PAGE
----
While the methods herein described and the forms of apparatus for carrying these methods into effect constitute preferred embodiments of this invention, it is to be understood that the invention is not limited to these precise methods and forms of apparatus and that changes may be made in either without departing from the scope of the invention which is defined in the appended claims.

Patent Citations
Cited PatentFiling datePublication dateApplicantTitle
US3535140 *Mar 26, 1969Oct 20, 1970Appleton Coated Paper CoMethod for manufacture of dual coated manifold sheet with pressure rupturable materials
US3632378 *Jan 31, 1969Jan 4, 1972Appleton Paper IncMethod and apparatus for manufacture of dual coated sheet with pressure rupturable materials
US4106932 *Dec 10, 1976Aug 15, 1978H. L. Blachford LimitedPressure-rupturable microcapsules, fatty acid ester core, polyurea shell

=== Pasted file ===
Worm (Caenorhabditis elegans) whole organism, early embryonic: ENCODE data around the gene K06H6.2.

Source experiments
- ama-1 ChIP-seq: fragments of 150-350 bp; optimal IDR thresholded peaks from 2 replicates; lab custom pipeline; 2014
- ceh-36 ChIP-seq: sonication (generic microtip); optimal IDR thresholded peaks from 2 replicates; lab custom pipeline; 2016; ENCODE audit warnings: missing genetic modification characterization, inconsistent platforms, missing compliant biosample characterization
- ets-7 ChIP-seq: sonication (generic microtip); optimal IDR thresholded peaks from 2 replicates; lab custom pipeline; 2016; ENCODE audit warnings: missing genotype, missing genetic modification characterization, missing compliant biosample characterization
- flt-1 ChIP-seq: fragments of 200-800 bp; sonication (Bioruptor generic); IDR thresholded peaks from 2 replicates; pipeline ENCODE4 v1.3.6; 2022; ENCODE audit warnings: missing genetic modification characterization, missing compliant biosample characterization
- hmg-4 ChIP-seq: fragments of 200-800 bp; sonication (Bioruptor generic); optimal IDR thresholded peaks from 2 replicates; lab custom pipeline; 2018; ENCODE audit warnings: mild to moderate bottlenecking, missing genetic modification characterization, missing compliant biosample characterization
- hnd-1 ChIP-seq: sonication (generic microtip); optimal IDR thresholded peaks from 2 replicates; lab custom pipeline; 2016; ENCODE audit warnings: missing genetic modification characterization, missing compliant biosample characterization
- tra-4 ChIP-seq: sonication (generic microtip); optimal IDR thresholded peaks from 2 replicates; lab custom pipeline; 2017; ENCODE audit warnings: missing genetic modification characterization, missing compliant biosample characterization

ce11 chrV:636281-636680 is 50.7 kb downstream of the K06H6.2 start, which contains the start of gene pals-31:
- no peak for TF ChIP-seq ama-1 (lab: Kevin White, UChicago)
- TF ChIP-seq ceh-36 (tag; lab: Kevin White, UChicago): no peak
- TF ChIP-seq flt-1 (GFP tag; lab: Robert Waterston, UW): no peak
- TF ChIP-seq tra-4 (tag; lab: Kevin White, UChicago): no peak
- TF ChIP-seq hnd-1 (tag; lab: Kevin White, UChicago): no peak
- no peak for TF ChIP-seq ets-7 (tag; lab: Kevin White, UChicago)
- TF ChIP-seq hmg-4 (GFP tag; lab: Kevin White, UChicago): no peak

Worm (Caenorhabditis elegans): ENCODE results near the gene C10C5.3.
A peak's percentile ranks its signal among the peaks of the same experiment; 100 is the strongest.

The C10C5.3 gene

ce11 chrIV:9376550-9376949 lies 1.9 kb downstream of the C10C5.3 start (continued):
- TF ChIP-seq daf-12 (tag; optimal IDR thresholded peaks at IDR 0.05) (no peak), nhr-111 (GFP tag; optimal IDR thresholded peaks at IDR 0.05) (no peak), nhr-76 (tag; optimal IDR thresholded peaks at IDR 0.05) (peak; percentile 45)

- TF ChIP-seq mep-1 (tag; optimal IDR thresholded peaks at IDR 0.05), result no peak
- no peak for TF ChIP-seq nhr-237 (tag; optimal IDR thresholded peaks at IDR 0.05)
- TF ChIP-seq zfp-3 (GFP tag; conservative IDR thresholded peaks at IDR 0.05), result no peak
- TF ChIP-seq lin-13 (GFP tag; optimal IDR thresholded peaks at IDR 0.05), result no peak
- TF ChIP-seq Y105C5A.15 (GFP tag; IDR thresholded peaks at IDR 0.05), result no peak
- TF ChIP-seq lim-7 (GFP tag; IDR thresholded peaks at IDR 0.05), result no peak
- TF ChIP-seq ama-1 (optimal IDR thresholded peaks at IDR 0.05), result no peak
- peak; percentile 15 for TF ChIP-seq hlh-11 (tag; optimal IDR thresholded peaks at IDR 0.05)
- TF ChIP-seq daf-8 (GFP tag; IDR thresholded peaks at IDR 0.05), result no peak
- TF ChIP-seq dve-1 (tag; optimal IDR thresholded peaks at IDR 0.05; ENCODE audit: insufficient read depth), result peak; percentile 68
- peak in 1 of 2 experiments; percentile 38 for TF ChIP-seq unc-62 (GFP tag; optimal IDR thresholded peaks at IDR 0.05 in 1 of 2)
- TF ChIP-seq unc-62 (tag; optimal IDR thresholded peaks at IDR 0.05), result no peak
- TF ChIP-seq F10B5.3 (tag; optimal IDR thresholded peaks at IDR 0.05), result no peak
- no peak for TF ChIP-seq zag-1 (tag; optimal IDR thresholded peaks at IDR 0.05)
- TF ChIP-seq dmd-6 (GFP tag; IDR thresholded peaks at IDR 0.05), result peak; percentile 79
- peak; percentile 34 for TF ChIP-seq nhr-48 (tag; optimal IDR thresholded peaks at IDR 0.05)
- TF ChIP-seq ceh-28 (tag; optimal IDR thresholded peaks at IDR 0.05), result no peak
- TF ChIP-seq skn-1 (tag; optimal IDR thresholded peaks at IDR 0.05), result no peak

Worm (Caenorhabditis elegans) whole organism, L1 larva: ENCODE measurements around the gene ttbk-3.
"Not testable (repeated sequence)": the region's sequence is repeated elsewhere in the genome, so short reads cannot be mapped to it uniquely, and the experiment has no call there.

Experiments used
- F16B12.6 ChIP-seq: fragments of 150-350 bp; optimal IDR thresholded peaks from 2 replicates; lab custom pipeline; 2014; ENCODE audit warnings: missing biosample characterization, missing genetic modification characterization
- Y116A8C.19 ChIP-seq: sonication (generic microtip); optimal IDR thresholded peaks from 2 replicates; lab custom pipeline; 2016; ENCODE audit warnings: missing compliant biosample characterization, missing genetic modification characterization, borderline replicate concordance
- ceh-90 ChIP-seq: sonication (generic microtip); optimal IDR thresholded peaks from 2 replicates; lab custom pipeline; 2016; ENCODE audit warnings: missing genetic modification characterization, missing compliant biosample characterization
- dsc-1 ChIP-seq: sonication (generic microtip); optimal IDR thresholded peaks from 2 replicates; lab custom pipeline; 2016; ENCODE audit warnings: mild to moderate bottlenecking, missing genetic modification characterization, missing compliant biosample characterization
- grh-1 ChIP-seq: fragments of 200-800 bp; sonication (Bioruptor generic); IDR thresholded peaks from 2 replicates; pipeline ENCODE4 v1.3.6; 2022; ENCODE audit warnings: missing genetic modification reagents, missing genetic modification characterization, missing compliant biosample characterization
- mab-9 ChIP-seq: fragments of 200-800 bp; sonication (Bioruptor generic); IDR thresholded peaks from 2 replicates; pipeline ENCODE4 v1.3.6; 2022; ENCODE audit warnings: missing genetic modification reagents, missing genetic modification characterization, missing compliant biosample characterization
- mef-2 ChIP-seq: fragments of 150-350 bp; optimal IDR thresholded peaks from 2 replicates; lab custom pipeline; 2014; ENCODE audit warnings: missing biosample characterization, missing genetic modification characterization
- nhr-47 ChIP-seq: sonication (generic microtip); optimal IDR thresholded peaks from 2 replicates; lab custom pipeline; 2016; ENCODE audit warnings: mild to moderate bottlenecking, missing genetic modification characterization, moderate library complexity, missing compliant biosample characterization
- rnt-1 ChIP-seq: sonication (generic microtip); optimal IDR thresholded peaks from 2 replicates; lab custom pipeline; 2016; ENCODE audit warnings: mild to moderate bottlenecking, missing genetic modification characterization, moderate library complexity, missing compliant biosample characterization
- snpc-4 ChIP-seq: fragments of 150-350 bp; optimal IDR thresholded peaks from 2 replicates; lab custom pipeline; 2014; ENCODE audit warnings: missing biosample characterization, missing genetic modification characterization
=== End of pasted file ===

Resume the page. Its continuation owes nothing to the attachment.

US4211437 *Apr 25, 1978Jul 8, 1980Appleton Papers Inc.Stilt capsules for pressure-sensitive record material
US4282275 *Jan 14, 1980Aug 4, 1981The Mead CorporationCoating method apparatus for capsular coatings
US4440846 *Nov 12, 1981Apr 3, 1984Mead CorporationPhotocopy sheet employing encapsulated radiation sensitive composition and imaging process
US4448516 *Jul 13, 1982May 15, 1984The Mead CorporationDeveloper roll
Referenced by
Citing PatentFiling datePublication dateApplicantTitle
US4648699 *Oct 31, 1985Mar 10, 1987The Mead CorporationPoint contact development of imaging sheets employing photosensitive microcapsules
US4675269 *Jan 3, 1986Jun 23, 1987The Mead CorporationFree particle abrasion development of imaging sheets employing photosensitive microcapsules
US4760010 *Mar 4, 1987Jul 26, 1988Brother Kogyo Kabushiki KaishaPrinting system comprising microcapsules
US4824755 *Feb 5, 1987Apr 25, 1989The Mead CorporationRupturing photosensitive microcapsules
US4847110 *Sep 9, 1987Jul 11, 1989Canon Kabushiki KaishaTransfer recording medium and process for production thereof